evaluations. A number of the cadet training programs at maritime academies use them extensively for performance evaluation.

Currently, simulators are used in two U.S. Coast Guard (USCG) licensing programs to:

  • demonstrate knowledge of fundamentals of radar in qualifying radar observer certification and
  • receive the unlimited master's license by meeting standard prerequisites and successfully completing the training course offered at the STAR Center facility in Florida.

SUMMARY OF CONCLUSIONS AND RECOMMENDATIONS

The Committee on Ship-Bridge Simulation Training found that simulation can become an effective training tool to improve mariner professional competence. It also found that simulation offers the USCG licensing program a mechanism for determining whether mariners are competent on a much more comprehensive basis than through its current written multiple-choice examinations. However, for the USCG to use simulation effectively for training and licensing, it is important that a stronger research base be developed and that the agency address issues of standardization and validation discussed in this report. The following is a summary of the committee's conclusions and recommendations. The complete text is included in Chapter 8.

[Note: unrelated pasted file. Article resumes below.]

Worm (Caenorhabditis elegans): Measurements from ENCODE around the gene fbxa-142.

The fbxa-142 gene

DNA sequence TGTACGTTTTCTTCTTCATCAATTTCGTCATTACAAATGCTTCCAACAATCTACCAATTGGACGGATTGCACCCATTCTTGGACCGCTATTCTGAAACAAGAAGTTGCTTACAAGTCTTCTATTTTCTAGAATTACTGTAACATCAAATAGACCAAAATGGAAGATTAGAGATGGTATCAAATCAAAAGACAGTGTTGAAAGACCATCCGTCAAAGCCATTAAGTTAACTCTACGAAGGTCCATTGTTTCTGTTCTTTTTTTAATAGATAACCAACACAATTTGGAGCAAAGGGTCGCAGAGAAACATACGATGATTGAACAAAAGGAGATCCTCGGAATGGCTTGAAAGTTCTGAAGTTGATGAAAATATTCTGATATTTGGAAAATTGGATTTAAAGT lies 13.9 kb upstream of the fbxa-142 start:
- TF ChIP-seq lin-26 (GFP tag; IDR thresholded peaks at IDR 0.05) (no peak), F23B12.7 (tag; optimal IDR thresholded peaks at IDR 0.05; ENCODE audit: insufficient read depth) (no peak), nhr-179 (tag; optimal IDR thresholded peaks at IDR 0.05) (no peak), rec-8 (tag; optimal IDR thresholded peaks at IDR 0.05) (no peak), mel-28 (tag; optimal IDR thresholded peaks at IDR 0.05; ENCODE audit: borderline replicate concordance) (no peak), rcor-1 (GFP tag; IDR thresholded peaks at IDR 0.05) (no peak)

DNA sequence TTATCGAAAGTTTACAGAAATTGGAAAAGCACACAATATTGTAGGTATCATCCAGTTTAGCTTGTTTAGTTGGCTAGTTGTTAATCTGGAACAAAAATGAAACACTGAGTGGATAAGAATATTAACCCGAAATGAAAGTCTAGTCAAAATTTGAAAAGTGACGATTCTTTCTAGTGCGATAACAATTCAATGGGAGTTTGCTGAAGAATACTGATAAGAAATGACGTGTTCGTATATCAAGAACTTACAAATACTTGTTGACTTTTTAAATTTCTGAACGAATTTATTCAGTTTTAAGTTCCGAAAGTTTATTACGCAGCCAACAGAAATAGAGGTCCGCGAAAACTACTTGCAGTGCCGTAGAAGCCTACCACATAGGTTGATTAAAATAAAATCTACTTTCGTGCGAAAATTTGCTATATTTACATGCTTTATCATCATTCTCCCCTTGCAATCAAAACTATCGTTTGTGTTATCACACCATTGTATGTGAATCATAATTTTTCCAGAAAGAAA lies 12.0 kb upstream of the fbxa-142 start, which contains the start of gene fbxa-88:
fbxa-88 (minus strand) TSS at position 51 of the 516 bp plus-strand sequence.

Use of Simulators for Training

Setting Standards for Simulator-Based Training Courses

Mariner training is strongly task-oriented. Many of the current approaches to training and professional development in the marine industry have been based on a tradition of "modeling the expert" and on-the-job training. Training programs using simulation often insert simulation into existing courses rather than customizing the course to ensure that the simulation contributes effectively to the course training objectives. One result has been a lack of standardization in simulator-based courses.

The Committee on Ship-Bridge Simulation Training believes that the greatest benefits of simulation will be realized with a more structured approach to the use of simulation for training and with the standardization of some of the key courses of instruction. Systematic application of the instructional design process offers a strong model for the structuring of new courses and the continuous improvement of existing courses.

The committee also found that the instructor can be more important than the simulation in meeting training objectives. It is the instructor's responsibility to



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